Wire antennas - cheap and easy!
I've been interested in electronics and radio since grade school, about 40 years ago. All my jobs have been related to electronics, too. One advantage to that is the occasional availability of surplus or obsolete or junk stuff.
I was working in one division of an electrical contractor company recently, and found that they had a scrap barrel in the corner with partial rolls (reels) of wire. When the electricians installing wire in a building or on a machine run wire, each run has to be all one piece with no splices in it. Some runs, maybe many runs, can be in the hundreds of feet long. When they're not sure if the amount of wire left on these 500 foot spools is enough, they throw it out and start another spool. The partial spools were brought back to the office and put into the scrap wire barrel. Evey day or two a scruffy scrap-metal guy would come around and buy the contents of the barrel to haul away and burn off the insulation so he could sell it to a regular scrap-metal dealer. I was able to bring home a few reels for free.
The wire is mostly #12AWG and #14 AWG, with type THHN insulation. I think they also had some #10 AWG but it's too heavy for most of what I'd want to do. I measured out some yesterday, stretching it out on the driveway. One spool was 135 ft, two were about 159 ft and the last was 200 ft.
I live next to a woods and swamp, so I connected a 159 foot piece to the 200 foot piece and started laying the wire out across shrubs, bushes and trees running straight west from the house. Some of it is even lying on the ground. The height varies from about 3 to 7 feet. I tried to prop it up high enough not to run into it by accident, and so the deer won't get tangled up in it.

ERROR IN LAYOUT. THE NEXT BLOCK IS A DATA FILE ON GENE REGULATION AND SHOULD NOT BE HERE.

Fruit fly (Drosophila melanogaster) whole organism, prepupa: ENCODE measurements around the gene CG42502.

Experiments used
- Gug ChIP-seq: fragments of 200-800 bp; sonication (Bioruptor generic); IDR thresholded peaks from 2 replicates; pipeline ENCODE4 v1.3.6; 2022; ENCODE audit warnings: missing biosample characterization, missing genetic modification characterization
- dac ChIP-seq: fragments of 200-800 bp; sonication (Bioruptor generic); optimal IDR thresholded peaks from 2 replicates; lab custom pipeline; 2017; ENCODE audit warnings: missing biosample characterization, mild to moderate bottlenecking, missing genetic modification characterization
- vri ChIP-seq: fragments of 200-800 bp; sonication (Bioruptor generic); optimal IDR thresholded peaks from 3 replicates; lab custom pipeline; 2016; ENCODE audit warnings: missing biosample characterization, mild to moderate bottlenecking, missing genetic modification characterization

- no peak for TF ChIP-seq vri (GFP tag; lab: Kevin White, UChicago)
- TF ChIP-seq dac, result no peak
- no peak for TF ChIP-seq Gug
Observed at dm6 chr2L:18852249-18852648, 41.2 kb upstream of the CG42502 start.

Then I pushed the end through a little hole I drilled through the basement wall and connected it to the ancient Hammarlund HQ-129x that I just powered up for the first time. ( I gave it a long, slow warmup with a Variac, longer than 24 hours to get to full voltage.)
I've had a few other wire antennas, never very high, of say 20, 30 or maybe 50 feet. But I've never heard so many stations on the AM Broadcast Band before!
Last winter I did a little experimenting with a shielded loop antenna also for the AM BCB, made out of surplus or scrap 6-conductor shielded cable from the same scrap barrel. It worked really well.
I've only just got started with this long, low wire, but so far it seems well worth the effort.
I mention all this in the hope that other people looking for simple, inexpensive ways to listen might be able to use some the ideas or methods in their own situations. For example, lots of friendly, helpful people work for electrical contractors. So if another friendly, respectful person went and asked for a donation of scrap wire, spending a little time explaining what it's for, they'd probably come away with all they need. At worst you could offer to pay the scrap rate for it, or offer to contribute to the "coffee fund" that nearly all businesses have.
Not everyone lives near a bunch of open land, either, but running wire right on the ground around the edges of a city lot can work well as a low-noise antenna. And it's not visible to the neighbors, either. I just read an earlier posting on 'rec.radio.shortwave' where someone described doing this, holding the wire down with bobby pins, and soon the grass grew over it and you couldn't see it at all. For this, you'd want to watch for green or black wire, though. I used blue and red yesterday for my first try at this.
A year later, in December, 2001, I added a toroid transformer for RF impedance matching. Go see the UnUn Page.
-------home ------ Click to -----------e-mail me. -- Created on December 12, 2000; updated December 18, 2001